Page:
Can application life-cycle management (ALM) help make software bug free?

How big is the problem of “Buggy Software”? A recent news story at ComputerWorld takes a closer look at this problem that plagues each and every organization.
Consider these facts: 

  • Flawed software cost the U.S. economy $60 billion in 2002.
  • In recent software glitch resulted in the loss of thousands of
    dollars for US Airways when some tickets were mistakenly
    priced at $1.86.
  • In the latest U.S. presidential election, reports of incorrect tallies
    surfaced in several districts that were using new computerized voting
    machines.
  • A software bug apparently caused the largest power outage in North
    America, the Northeast blackout of August 2003, which threw millions of
    people into darkness.

Some reasons behind this are:

  • Poor understanding of the requirements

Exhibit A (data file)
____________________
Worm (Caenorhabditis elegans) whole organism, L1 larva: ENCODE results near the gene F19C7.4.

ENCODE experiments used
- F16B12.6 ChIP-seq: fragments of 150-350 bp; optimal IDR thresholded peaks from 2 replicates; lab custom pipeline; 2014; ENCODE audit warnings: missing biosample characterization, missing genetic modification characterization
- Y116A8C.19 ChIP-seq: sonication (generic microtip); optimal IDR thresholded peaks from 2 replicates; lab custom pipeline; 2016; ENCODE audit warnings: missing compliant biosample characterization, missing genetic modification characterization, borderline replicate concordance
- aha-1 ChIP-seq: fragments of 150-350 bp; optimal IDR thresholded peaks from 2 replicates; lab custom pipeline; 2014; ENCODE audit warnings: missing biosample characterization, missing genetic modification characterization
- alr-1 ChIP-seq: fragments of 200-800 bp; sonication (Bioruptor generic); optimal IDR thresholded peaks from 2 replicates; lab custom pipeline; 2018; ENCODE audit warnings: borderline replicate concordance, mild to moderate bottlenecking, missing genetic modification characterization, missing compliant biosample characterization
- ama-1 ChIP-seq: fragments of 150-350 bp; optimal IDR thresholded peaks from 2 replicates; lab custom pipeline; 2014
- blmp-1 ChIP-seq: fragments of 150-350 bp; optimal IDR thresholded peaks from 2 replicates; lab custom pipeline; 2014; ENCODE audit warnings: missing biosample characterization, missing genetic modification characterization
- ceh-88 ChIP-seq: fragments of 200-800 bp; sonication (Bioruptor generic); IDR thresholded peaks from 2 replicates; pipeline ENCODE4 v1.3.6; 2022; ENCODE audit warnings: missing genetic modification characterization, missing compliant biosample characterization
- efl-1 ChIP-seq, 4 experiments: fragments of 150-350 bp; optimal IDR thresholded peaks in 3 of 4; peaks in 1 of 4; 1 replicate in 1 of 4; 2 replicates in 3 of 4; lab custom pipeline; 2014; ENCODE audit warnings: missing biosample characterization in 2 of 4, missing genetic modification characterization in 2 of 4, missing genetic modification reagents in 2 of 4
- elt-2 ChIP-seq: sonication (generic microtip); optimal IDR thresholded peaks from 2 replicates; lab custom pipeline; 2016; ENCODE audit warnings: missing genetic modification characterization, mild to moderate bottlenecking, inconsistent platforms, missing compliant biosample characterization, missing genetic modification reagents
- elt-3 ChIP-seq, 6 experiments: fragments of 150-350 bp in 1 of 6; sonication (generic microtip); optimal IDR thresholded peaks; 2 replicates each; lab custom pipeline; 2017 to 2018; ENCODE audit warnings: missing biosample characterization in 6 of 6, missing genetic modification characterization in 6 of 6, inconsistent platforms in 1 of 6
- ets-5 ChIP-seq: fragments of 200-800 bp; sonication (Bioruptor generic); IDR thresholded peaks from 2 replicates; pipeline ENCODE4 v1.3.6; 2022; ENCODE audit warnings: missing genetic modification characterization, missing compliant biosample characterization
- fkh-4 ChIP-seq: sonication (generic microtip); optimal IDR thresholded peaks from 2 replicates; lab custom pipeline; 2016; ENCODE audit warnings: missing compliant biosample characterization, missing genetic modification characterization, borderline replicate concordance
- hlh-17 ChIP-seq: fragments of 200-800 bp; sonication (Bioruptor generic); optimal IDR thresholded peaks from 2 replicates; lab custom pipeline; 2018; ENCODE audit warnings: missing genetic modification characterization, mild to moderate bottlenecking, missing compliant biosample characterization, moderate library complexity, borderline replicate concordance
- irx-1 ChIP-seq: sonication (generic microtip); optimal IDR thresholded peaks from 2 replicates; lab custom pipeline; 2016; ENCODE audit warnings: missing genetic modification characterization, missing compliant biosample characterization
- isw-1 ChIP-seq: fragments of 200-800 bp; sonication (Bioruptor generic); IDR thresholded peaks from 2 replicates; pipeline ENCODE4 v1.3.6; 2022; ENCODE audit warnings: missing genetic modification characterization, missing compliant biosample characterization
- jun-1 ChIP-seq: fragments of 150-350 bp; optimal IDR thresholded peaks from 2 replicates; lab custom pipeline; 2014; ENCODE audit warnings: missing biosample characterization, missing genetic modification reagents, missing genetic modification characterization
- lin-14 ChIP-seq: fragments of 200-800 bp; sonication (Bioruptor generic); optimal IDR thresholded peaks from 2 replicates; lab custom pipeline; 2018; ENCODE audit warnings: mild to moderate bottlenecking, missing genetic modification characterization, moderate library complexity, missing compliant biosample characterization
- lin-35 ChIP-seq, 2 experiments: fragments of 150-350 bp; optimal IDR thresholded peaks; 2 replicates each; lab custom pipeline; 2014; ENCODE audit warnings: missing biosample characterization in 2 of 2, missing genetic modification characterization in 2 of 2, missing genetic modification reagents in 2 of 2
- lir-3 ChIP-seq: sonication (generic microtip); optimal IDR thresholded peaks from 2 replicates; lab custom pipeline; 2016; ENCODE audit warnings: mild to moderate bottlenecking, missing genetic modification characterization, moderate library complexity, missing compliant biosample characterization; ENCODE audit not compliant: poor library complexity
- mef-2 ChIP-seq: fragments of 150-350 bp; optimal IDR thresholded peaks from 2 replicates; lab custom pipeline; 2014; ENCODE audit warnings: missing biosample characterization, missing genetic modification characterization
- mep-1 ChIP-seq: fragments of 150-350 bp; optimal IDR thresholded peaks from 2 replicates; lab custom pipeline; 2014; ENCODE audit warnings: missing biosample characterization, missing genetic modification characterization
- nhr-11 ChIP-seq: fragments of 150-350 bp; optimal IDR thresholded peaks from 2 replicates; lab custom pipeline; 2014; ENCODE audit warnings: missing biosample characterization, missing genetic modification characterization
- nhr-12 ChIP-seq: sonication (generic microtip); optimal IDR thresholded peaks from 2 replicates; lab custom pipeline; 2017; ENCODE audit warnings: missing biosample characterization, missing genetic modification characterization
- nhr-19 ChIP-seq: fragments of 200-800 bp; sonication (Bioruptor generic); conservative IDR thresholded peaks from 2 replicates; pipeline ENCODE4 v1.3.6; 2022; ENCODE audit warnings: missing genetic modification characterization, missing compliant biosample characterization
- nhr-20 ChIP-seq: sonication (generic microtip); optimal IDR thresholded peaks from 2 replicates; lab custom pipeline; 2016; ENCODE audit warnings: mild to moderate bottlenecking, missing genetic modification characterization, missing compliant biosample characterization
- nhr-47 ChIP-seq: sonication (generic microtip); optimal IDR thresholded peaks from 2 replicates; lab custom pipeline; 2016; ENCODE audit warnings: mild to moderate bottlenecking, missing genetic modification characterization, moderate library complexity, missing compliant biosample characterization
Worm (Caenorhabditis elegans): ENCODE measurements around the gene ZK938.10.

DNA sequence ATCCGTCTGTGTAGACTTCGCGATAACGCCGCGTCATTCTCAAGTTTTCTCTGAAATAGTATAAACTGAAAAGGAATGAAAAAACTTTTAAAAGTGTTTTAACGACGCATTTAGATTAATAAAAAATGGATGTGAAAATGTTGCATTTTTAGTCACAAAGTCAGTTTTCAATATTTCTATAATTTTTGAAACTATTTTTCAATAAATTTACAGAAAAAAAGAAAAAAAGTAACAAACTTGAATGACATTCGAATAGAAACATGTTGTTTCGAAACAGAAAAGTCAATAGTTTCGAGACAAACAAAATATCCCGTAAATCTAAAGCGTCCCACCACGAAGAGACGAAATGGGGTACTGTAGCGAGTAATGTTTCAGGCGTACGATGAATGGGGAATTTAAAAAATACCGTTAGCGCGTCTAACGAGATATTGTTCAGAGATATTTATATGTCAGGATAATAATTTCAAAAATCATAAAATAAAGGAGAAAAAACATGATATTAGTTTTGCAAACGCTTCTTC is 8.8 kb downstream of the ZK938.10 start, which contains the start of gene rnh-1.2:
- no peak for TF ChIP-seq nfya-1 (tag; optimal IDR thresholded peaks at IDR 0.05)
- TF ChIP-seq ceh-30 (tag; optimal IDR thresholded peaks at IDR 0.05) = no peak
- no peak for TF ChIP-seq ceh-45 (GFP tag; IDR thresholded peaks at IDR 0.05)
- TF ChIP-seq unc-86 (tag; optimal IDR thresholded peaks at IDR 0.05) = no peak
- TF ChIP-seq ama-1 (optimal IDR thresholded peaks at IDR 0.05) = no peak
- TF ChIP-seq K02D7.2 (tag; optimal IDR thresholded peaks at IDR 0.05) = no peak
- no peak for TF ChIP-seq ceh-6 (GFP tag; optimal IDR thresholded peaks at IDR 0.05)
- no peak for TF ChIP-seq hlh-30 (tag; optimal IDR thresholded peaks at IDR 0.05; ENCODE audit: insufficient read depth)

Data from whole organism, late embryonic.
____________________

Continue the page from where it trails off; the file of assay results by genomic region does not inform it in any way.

• Absence of communication between all the teams working on the application development
  • Difficulty in keeping track of changes and versions

To improve this situation one can follow application life-cycle management (ALM). ALM is about processes. At every stage of the application development, processes should be established. From the planning stage quality needs to be considered. At each stage proper communication between business analysts, development and QA team is required. So that developers as well as QA people understand the requirement very well. And all the doubts related with specifications, business requirements can be solved at planning stage.

Every organization is facing problems due to “buggy software” in the form of lost or
corrupted data, missed sales opportunities and high software maintenance
costs.

What are your thoughts on ALM? Can ALM help make software bug free?

Reference:
>> Buggy Software: Up From a Low-Quality Quagmire

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Chinmay Ogale

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